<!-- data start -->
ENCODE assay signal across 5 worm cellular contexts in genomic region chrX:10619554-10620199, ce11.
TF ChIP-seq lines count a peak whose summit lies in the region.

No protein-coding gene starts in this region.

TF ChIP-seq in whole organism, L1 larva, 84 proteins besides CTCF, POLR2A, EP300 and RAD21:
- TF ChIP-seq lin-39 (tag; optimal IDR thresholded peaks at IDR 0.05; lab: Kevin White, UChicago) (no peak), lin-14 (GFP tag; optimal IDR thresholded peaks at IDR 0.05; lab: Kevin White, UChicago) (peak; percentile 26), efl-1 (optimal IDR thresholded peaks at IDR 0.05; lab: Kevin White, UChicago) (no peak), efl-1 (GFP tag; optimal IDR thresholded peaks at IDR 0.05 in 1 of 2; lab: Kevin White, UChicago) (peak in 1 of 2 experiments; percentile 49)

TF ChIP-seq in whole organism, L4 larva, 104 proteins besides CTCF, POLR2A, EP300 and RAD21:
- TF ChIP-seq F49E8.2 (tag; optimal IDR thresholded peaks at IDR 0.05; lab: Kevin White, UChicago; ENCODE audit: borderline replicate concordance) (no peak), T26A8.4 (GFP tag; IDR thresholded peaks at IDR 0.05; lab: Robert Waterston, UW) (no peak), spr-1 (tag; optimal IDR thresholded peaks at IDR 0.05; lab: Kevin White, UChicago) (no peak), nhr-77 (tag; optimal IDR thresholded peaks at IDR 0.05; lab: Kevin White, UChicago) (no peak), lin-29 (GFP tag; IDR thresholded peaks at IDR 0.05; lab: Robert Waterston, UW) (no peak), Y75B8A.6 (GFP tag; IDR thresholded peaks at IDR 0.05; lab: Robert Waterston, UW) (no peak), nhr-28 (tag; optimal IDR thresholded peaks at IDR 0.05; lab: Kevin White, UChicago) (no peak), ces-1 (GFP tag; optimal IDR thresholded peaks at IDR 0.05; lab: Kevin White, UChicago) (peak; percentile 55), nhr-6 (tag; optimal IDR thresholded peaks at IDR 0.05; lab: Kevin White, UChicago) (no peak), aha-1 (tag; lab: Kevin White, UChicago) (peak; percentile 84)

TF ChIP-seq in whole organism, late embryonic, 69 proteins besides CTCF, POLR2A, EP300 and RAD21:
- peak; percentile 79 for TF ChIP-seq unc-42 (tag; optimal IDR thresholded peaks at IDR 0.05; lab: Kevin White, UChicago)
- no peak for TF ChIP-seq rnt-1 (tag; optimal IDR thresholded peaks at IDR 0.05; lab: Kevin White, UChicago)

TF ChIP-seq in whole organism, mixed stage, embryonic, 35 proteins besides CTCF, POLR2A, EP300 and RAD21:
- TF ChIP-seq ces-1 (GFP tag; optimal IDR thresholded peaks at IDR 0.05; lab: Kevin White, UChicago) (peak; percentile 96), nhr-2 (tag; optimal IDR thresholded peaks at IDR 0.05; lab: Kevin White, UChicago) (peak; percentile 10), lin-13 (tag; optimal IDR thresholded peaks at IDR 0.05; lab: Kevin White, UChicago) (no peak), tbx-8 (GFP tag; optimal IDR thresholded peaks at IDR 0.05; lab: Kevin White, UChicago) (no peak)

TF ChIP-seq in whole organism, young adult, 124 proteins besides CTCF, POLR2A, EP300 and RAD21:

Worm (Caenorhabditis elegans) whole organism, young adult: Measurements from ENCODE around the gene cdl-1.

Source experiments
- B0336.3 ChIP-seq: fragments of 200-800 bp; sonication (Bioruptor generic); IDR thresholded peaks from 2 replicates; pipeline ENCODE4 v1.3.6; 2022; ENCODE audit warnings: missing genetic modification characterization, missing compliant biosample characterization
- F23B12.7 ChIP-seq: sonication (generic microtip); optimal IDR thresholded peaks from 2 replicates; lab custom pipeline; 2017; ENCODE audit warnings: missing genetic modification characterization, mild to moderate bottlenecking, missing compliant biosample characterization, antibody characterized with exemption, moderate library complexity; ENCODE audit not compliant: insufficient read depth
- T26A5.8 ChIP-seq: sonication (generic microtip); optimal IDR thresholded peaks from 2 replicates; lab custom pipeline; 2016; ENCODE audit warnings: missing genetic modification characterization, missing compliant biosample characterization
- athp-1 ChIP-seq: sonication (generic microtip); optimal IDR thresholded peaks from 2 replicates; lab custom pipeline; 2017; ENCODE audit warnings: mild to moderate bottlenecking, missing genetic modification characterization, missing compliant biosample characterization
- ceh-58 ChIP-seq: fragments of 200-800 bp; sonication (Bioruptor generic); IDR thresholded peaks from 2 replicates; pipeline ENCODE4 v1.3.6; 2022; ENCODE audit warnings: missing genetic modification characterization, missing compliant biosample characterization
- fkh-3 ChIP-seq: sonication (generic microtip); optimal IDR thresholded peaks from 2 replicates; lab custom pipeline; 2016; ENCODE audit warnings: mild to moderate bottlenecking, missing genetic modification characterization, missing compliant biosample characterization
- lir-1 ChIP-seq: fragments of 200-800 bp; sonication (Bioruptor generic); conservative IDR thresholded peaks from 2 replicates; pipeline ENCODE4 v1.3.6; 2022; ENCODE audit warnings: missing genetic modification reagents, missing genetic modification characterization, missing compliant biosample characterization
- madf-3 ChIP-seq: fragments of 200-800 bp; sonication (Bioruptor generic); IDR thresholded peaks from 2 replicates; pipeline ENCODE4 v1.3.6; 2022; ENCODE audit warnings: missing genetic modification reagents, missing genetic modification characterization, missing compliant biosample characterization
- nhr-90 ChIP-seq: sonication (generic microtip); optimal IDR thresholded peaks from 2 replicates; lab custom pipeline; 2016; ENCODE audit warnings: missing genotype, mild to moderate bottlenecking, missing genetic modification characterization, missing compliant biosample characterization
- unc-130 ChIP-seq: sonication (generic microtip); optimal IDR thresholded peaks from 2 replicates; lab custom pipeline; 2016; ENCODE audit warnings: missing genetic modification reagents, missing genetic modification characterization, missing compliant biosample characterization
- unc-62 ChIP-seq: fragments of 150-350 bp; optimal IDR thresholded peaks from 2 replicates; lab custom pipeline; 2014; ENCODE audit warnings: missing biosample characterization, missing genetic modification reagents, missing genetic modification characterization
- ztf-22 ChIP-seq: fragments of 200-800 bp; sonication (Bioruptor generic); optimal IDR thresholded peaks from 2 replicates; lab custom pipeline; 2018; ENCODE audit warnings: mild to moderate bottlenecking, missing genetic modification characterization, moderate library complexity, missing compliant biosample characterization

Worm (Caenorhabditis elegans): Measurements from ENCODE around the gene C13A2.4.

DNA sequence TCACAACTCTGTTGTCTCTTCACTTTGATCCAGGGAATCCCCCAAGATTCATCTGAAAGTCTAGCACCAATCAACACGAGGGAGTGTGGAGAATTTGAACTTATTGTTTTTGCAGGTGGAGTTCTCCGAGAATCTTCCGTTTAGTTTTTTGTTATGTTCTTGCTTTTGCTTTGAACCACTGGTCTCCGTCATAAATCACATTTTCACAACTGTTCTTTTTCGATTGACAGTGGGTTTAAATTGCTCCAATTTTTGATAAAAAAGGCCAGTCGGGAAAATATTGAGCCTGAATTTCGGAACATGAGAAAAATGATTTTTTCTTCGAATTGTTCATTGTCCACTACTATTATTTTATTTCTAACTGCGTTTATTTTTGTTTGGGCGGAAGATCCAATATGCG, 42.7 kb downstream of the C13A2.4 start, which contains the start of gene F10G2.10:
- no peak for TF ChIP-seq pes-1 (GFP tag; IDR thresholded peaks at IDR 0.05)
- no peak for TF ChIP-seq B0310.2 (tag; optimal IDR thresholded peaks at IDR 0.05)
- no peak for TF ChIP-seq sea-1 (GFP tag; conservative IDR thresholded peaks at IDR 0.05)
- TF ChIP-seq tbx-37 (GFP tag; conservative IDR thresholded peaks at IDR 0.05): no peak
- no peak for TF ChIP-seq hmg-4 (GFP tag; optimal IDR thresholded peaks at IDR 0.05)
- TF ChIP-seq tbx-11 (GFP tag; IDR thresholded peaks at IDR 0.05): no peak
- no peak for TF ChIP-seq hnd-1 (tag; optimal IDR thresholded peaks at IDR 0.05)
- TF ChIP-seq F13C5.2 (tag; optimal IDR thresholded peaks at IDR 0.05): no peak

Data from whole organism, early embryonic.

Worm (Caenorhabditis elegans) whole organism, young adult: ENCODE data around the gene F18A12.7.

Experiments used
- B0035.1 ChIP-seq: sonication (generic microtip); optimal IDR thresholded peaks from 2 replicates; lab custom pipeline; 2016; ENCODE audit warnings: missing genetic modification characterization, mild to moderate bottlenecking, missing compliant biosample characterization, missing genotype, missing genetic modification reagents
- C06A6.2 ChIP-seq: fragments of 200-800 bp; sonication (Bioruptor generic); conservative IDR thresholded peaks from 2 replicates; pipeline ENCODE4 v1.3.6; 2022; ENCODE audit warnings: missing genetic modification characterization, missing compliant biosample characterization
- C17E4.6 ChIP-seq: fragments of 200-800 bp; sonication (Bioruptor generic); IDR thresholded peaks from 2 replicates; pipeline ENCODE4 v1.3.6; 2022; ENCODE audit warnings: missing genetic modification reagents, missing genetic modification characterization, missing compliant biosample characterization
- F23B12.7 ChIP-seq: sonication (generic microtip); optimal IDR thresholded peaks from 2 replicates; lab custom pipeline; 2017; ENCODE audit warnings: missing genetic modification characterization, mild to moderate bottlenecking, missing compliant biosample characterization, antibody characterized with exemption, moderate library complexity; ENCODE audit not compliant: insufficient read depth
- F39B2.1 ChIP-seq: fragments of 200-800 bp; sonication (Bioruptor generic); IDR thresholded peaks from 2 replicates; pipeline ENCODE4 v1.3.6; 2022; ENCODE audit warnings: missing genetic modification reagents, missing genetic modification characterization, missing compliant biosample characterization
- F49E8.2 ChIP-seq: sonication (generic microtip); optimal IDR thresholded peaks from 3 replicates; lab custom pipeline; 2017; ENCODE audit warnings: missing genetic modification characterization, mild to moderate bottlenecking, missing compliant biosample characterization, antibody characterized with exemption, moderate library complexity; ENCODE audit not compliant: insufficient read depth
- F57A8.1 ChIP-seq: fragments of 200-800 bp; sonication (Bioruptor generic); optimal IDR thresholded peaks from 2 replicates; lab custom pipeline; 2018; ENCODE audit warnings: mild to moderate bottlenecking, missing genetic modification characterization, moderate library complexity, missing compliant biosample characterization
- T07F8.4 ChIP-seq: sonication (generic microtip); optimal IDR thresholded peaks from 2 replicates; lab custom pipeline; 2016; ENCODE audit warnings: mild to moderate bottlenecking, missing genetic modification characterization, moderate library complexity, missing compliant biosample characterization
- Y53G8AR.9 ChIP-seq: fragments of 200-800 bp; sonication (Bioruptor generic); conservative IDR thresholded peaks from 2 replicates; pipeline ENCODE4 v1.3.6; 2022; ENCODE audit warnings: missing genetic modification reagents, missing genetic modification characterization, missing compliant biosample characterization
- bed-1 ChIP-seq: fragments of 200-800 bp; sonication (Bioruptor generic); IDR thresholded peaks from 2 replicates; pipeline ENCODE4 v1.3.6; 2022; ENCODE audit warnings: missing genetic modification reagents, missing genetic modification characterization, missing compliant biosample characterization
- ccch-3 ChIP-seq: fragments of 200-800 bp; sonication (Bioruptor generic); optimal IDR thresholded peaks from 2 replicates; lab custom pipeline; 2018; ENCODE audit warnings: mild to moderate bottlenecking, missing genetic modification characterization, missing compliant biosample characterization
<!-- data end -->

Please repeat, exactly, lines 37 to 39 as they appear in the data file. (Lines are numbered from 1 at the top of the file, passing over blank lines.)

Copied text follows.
- TF ChIP-seq F13C5.2 (tag; optimal IDR thresholded peaks at IDR 0.05): no peak

Data from whole organism, early embryonic.

Worm (Caenorhabditis elegans) whole organism, young adult: ENCODE data around the gene F18A12.7.